The UK's Competition and Markets Authority has fined Fender Europe £4.5 million for breaking competition law by preventing online retailers from discounting its guitars.
From 2013 to 2018, the CMA reports that Fender required its guitars to be sold at or above a minimum price. This is an illegal practice, also known as resale price maintenance.
During the course of its investigation, the CMA found evidence that Fender on occasion "pressurized retailers to raise their online prices, after being tipped off that they were not toeing the line."
Further evidence showed that Fender employees deliberately tried to cover up their actions by "recording as little as possible in writing". The CMA reports that it found emails and texts from Fender's IT servers and mobile phones, which helped to prove the illegal behavior.
Fender admitted to the illegal practice, leading to a reduced fine under the CMA's 'leniency' and 'settlement' procedures.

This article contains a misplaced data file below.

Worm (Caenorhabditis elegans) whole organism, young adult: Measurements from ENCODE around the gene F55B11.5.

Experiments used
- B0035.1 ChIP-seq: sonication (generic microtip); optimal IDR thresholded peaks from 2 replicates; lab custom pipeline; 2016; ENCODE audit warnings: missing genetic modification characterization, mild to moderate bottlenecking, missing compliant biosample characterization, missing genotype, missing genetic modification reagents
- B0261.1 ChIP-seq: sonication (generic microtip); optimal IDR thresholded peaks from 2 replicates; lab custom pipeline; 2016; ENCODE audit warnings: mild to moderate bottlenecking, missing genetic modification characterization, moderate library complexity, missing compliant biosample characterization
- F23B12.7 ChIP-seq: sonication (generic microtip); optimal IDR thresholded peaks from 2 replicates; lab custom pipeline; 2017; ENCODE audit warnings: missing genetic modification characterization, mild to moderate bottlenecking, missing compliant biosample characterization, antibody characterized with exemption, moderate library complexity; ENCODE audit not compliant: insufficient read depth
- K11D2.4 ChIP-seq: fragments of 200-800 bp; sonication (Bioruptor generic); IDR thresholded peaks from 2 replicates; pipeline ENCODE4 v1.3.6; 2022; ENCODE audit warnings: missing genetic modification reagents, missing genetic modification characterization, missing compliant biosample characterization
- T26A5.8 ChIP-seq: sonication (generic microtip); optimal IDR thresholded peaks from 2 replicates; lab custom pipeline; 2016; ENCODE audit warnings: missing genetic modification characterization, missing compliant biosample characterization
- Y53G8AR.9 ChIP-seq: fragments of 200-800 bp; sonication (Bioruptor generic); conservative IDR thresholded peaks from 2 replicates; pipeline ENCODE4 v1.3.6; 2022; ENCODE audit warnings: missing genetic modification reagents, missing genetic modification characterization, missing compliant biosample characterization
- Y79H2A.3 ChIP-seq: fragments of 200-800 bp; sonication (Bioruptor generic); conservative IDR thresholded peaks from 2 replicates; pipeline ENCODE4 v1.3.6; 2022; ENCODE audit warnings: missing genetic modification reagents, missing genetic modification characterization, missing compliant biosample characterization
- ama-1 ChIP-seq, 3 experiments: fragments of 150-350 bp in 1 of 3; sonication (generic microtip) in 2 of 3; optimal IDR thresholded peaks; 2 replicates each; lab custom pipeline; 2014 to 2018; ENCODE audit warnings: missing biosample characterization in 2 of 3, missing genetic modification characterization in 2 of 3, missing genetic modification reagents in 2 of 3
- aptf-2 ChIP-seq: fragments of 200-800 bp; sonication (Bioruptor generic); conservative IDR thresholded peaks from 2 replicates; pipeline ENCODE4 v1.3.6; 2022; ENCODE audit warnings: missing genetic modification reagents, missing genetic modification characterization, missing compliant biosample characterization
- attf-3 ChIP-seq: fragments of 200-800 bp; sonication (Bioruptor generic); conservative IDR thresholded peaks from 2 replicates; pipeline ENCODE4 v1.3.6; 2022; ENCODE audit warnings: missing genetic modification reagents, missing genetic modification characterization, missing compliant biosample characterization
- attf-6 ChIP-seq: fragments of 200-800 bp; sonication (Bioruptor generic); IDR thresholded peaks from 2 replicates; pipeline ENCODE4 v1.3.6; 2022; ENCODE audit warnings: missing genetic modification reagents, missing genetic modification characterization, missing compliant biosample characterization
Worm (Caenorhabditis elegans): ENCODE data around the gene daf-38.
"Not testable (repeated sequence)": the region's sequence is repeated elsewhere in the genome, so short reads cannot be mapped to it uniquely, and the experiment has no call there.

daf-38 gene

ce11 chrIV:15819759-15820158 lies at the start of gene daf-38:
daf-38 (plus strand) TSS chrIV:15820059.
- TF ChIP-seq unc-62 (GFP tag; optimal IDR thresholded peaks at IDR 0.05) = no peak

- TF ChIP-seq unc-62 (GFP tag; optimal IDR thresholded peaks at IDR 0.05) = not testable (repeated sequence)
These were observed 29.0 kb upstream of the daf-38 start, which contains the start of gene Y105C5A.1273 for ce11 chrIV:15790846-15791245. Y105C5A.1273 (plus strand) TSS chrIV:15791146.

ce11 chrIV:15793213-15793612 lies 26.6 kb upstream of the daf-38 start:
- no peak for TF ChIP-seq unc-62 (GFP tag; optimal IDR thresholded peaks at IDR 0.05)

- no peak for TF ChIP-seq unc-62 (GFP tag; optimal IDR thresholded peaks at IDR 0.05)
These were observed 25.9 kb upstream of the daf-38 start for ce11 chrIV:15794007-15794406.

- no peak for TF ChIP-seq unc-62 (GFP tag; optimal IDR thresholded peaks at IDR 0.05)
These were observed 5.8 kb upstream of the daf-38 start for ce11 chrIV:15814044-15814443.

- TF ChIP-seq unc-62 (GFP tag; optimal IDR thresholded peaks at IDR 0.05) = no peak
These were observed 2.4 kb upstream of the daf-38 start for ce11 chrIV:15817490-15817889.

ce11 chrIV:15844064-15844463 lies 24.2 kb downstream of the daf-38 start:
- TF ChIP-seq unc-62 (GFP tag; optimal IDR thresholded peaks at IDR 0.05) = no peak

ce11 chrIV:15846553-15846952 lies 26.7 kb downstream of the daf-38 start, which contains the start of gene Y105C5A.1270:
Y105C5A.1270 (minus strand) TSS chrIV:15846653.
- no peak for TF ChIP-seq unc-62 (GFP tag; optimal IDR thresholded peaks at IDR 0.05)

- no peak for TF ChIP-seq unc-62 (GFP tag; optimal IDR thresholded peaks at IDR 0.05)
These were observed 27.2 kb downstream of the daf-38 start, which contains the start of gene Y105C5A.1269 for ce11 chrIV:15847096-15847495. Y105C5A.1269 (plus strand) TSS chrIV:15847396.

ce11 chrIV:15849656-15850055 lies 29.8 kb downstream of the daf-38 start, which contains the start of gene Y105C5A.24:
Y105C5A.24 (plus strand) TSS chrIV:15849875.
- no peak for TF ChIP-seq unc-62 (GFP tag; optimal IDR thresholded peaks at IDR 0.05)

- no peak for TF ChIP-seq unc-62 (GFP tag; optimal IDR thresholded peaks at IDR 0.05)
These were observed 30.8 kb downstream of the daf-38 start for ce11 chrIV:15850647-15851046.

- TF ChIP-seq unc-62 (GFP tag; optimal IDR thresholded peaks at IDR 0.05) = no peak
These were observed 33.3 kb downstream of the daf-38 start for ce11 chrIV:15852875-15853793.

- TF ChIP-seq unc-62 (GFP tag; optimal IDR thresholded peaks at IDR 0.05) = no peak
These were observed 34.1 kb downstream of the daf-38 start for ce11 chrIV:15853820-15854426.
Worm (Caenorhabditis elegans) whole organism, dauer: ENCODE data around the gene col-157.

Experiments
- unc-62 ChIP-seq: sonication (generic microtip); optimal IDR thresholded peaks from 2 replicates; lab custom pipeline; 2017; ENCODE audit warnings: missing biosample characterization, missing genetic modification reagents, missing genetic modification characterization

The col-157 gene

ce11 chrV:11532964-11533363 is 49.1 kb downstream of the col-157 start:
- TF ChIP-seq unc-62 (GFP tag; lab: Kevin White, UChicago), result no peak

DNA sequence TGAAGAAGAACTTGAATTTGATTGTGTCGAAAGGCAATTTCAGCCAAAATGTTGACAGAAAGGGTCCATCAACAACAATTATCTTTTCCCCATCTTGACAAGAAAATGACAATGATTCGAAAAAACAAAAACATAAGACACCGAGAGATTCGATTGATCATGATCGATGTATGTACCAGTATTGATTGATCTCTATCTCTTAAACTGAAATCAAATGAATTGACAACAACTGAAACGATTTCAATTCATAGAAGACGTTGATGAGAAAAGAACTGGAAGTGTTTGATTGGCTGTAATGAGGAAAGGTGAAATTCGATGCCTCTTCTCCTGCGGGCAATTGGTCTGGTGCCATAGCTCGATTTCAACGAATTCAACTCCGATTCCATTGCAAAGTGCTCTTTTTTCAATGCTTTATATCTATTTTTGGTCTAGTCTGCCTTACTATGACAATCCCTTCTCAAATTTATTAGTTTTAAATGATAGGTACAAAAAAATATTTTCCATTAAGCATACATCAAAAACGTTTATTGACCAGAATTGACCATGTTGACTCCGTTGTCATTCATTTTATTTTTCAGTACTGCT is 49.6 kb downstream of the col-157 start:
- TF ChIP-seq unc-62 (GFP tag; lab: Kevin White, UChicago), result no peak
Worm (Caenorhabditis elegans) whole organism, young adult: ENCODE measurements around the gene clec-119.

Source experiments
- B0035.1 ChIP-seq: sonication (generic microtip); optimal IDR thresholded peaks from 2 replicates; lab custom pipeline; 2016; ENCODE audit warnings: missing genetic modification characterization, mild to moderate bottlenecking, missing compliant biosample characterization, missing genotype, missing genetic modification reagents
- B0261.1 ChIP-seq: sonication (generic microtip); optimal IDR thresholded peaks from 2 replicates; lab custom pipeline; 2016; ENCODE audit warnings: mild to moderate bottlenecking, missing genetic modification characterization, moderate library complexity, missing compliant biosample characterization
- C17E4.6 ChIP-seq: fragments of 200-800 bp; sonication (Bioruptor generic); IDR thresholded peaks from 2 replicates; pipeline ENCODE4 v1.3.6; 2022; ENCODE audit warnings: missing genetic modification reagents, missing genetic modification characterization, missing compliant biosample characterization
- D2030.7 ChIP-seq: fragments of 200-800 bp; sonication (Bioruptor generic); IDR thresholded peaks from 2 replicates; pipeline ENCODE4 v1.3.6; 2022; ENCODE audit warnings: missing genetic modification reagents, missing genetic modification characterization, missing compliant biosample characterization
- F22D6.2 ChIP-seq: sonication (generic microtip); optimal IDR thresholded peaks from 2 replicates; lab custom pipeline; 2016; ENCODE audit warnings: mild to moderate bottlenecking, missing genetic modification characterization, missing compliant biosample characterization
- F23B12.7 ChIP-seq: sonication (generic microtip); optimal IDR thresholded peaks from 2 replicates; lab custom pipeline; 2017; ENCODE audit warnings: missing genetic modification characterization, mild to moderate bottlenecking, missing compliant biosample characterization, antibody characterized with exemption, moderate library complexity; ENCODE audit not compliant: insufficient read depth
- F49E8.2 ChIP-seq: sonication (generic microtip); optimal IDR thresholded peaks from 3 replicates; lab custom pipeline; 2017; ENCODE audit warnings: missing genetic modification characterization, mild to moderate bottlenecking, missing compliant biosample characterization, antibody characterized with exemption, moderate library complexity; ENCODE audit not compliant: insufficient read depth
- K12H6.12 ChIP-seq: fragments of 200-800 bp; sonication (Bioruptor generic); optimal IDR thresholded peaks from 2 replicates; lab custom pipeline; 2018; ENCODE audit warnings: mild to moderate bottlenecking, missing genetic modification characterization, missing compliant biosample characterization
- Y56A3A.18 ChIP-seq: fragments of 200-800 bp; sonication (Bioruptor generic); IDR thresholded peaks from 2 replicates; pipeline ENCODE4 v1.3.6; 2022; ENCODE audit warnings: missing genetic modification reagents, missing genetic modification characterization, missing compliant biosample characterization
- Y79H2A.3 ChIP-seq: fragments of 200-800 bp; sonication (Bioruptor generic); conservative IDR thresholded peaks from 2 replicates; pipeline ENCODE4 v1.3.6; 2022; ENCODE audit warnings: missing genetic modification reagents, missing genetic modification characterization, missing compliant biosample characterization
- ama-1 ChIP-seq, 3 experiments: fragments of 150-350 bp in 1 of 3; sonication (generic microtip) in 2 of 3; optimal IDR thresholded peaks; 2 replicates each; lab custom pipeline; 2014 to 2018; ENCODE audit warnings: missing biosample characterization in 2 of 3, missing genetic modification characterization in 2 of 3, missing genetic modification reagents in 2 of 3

In this case, the fine was discounted by 60% under the leniency programme and by a further 20% to reflect settlement. Despite the reduction, £4.5 million is the largest fine imposed in the UK for resale price maintenance, following Casio's recent £3.7 million fine for similar behavior in the digital piano and keyboard market.
Of the total £440 million in annual musical instrument sales in the UK, 40% comes from online sales, with guitars making up a significant portion of this figure. As such, the CMA highlighted the importance that "musicians have access to competitive prices online."
"It is absolutely essential that companies do not prevent people from being able to shop around to buy their products at the best possible price," says Andrea Coscelli, CMA Chief Executive. "This is especially important for expensive and popular items like guitars, and so Fender’s actions could have had a big impact on customers.
"Quite simply, this behavior is against the law. The fact the CMA has imposed large fines on major musical instrument firms Casio and Fender in a matter of months should be a lesson to this industry and any other company considering illegal behavior. Break competition law and you will face serious consequences."
The European Commission also fined four other companies for resale price maintenance in July 2018: Philips, Pioneer, Asus and Denon.
For more information, head to the Fender investigation web page.